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The Past Two Years Were Weird – Here’s How You Can Explain Employment Gaps

An employment gap–a time during your work history when you were not employed–can be one of the most challenging hurdles in the interview process. Employment gaps used to be seen as a big problem for workers, but COVID-19 and a number of other life situations have made these gaps more common and acceptable to employers.

Being able to explain employment gaps well can overcome what might be a deal-breaker for a prospective employer and keep you front and center as a top candidate. Some employers may even see well-explained gaps as signs of good character in a candidate and be slightly more likely to hire them. 

First Principle–Honesty, If Asked

No matter the reason for your employment gap, it’s important to be honest if you are asked about it directly. That being said, if the employer neglects to bring it up, then experts say you shouldn’t volunteer the information or give a reason. Using a functional resume can de-emphasize gaps, but employers know this strategy, so its value can be of limited use. 

If employers really want to, they can often find out the reason for your gap by doing a background check, so you shouldn’t lie about it. It’s possible, however, that they just have other considerations they think are more important. In that case, there’s no point in wasting valuable interview time on the subject. 

Family-related Gaps

Employers are not allowed to discriminate against parents for taking time off to care for young children, and they also understand the need to care for elderly parents. That said, if you took any classes or otherwise did anything to advance your skills while you were not in the workforce, it will help you establish that you value your career and won’t be taking frequent breaks whenever the mood strikes.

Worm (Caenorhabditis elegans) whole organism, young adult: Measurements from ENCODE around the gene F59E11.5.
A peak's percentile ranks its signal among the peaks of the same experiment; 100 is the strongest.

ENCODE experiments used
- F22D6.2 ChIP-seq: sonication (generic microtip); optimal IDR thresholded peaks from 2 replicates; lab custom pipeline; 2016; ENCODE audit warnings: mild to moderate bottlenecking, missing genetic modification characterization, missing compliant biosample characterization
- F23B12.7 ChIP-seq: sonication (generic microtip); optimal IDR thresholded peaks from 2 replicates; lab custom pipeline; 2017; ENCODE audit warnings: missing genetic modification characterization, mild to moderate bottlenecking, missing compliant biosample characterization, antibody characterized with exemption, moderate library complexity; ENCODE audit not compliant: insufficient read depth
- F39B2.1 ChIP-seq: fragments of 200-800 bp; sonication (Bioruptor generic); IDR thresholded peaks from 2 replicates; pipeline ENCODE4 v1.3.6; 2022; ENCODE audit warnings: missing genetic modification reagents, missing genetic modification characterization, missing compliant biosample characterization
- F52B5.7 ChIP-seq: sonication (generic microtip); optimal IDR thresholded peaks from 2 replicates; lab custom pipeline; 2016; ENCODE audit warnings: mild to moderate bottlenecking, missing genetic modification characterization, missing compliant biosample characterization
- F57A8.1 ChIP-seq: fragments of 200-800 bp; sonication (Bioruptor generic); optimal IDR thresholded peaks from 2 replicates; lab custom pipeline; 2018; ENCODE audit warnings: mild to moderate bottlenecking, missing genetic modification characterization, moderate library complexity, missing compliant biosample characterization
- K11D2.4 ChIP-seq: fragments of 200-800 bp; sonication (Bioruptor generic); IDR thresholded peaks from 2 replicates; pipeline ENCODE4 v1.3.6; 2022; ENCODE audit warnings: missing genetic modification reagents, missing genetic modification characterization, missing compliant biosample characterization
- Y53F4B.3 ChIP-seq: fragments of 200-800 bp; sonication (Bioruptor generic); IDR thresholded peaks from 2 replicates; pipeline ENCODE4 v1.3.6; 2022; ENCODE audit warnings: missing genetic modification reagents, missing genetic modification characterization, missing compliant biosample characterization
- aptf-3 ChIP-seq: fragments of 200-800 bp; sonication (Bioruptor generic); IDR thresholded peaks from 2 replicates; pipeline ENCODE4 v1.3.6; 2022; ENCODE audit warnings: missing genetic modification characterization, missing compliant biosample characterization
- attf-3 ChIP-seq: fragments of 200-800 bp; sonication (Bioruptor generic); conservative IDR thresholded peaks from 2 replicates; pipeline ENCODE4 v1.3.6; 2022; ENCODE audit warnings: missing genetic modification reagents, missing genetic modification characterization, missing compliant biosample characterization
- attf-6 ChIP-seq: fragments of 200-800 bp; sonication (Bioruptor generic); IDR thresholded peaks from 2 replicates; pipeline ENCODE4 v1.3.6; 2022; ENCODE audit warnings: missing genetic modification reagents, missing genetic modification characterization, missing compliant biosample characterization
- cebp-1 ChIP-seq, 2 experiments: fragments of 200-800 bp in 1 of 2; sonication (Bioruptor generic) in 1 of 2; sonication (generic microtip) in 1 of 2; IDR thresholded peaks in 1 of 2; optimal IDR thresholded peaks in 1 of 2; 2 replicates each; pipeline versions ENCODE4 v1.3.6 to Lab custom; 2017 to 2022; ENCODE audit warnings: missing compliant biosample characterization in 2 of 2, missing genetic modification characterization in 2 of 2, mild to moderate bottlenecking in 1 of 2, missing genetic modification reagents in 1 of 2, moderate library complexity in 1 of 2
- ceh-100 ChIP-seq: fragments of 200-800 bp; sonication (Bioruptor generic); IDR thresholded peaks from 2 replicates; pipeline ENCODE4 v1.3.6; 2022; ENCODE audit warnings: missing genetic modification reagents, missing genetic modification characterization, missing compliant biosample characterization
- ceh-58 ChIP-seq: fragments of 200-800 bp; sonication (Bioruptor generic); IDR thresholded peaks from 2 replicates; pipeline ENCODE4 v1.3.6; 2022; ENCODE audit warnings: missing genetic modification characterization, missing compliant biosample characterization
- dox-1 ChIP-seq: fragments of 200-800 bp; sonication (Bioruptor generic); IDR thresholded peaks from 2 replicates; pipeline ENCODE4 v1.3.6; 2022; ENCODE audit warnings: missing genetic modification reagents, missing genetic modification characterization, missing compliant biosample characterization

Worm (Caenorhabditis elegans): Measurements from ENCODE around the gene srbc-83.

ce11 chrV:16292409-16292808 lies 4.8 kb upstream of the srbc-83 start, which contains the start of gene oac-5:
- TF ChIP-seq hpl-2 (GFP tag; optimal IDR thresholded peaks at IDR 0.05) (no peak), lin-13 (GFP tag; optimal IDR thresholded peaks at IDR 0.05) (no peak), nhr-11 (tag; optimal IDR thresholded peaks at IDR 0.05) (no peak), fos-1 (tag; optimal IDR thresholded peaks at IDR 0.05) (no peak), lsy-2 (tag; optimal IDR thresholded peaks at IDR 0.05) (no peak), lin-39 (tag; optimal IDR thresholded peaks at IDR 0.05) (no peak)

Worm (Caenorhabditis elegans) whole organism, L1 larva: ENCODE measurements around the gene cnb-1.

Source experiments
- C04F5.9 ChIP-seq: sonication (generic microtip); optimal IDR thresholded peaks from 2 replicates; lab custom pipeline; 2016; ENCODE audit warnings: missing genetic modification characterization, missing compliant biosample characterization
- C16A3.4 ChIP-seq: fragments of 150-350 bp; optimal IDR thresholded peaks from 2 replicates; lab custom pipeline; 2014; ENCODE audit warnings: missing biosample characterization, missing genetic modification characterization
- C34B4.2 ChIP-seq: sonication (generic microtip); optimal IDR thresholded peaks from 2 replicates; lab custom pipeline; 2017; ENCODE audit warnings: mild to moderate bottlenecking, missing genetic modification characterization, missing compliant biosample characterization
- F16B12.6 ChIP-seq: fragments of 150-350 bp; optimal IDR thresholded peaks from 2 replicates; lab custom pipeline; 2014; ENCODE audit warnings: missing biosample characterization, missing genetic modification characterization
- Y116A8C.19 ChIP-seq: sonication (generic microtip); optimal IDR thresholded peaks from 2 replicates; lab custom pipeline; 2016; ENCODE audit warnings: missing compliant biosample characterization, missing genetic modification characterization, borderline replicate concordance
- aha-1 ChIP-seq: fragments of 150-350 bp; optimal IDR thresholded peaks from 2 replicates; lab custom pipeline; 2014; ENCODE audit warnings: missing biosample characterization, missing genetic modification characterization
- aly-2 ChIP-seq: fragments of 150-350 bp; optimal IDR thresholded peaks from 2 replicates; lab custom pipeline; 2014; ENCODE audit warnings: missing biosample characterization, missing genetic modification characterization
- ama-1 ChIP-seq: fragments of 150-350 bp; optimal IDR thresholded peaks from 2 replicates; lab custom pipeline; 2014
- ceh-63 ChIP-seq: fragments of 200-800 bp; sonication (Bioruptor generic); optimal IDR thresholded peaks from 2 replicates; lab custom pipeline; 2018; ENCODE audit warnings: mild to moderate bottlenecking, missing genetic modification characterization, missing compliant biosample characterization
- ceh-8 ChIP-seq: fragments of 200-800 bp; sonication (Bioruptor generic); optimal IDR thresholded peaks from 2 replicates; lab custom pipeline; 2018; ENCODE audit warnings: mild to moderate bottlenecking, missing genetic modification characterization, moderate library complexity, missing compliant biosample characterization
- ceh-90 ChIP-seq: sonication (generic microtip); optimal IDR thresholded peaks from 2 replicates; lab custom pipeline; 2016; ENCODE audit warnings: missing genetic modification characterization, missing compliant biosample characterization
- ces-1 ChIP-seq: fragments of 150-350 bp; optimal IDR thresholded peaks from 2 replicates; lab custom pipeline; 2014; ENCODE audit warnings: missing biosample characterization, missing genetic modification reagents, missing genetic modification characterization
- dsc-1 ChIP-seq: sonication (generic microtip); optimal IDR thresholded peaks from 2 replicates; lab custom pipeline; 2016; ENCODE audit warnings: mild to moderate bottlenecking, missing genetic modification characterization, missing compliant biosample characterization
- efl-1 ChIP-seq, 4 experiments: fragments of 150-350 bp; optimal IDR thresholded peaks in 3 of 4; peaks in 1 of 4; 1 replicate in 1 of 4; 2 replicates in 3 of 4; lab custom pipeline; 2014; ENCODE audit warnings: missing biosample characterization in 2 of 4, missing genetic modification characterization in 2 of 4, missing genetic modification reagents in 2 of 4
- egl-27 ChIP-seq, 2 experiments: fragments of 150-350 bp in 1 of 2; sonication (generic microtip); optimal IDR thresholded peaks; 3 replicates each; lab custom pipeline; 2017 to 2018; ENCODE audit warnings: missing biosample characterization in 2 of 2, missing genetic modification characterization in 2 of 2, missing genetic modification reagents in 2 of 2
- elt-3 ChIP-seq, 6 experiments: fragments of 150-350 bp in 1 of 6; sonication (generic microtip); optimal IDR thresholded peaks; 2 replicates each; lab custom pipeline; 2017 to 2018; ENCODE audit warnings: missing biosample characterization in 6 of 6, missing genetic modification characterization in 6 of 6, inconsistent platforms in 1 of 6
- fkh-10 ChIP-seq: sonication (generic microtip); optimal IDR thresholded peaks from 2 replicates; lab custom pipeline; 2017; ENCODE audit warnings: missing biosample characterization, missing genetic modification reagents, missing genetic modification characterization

Layoffs were certainly widespread during the pandemic, so you won’t be the only one with this kind of gap. If you can explain the reason for your layoff, you will put a new employer’s mind at ease, and they will be glad to give you a shot at something new. And again, explaining what you did to keep learning and growing while out of work is always a plus. 


Having been fired from a previous job can be a real detriment to finding a new one, so it’s best to show what you learned from being terminated, reassuring hiring teams that you know what went wrong and it isn’t going to happen again. While this may not work in all cases, you are bound to find an employer somewhere in this difficult hiring environment who will want to give you another chance if you persist in your job search long enough. 

There is a lot more leeway since the pandemic began for resume gaps, so don’t let one stop you from going after the job you want. An excellent way to connect with employers who are hiring right now is to join GDH’s talent network

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